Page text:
|ISBN: 9780996421805 We Heard You Like Books|
Thursday, March 3, 2016
"I Hate The Internet" by Jarett Kobek (We Heard You Like Books)
"I Hate The Internet" by Jarett Kobek (We Heard You Like Books, 2016)
San Francisco has always been an odd city to me. There are many wonderful things about it, but then the technology internet companies moved in, and sort of changed the landscape from the literary beats with great bars to Google world. Yet the city houses one of the great bookstores in the world, the iconic (rightfully so) City Lights, but alas, the literary tradition does continue on, which is Jarett Kobek's novel "I Hate The Internet." Yet, the novel doesn't prowl through the streets of Dashell Hammett or Jack Spicer, but the sorry state of Google, Facebook, which is now tattooed on the image of San Francisco. On the other hand, it can be any city in America that embraces a technology that brings riches to a few, yet can leave a greater population empty - as in desire and promises not full-filled.
I read very little of contemporary novels, but I have to say Kobek's book is really rooted into the "now." I have never read a book that is so now, and not only that, it is a great novel. It is my ideal of fiction writing in which it is about ideas, culture and politics. I imagine if Guy Debord wrote fiction it would be like "I Hate The Internet." Kobek pretty much describes the dangers of the computer world, and what it promises to be, as in opening up new worlds for the consumer/visitor, but more likely the sole purpose is to either collect your personal information, or sell you something. It's capitalism, but taken on to another tech level.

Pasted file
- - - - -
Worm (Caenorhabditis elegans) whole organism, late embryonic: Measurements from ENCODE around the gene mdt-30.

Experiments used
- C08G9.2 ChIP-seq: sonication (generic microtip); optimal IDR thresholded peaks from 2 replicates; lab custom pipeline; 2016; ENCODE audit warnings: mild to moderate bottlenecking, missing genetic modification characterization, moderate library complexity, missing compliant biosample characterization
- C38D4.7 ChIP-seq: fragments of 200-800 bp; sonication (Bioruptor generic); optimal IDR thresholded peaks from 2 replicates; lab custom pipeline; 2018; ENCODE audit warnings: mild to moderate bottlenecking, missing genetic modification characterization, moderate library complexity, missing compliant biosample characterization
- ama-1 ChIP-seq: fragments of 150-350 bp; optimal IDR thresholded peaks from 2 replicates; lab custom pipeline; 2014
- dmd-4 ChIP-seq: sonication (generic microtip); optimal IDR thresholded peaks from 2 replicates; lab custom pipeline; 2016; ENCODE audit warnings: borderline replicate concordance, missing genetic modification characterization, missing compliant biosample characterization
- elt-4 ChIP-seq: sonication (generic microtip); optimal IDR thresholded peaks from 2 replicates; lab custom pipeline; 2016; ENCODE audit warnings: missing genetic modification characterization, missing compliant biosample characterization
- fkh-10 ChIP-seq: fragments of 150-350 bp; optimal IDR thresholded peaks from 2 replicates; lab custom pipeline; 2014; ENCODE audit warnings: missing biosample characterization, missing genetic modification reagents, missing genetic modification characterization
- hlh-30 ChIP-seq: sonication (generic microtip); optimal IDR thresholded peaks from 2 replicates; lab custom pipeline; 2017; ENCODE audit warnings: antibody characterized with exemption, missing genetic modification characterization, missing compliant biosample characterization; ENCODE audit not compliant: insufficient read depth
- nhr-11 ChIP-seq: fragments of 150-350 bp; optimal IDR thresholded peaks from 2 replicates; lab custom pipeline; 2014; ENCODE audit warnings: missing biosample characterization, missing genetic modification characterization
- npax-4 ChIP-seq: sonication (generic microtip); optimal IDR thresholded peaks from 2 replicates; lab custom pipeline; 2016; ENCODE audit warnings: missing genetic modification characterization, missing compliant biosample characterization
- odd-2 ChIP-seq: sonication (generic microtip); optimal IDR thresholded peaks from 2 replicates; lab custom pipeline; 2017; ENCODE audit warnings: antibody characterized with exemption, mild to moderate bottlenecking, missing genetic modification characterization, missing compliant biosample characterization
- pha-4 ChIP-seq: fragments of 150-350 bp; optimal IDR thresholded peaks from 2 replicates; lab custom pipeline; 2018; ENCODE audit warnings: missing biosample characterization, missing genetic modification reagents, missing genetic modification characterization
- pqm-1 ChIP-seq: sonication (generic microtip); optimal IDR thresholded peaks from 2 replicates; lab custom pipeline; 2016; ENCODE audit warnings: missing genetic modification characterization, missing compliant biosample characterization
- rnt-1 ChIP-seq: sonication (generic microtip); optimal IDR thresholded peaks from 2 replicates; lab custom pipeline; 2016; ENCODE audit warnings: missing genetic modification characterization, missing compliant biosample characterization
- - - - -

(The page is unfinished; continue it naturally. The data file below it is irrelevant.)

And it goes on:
There are characters, that are both real and fictional, or fictional real, but what is interesting to me is when Kobek breaks down the ills which are the American world, that is basically defined by Google and other sites. Without a doubt, the Internet is quite useful, but there is also a price that goes with it, and in many ways, it is sort of the death of a culture that was once much loved. Or, at least those who lived a long time, or have a memory of a life before the Net. Excellent commentary on the American 21st century.
- Tosh Berman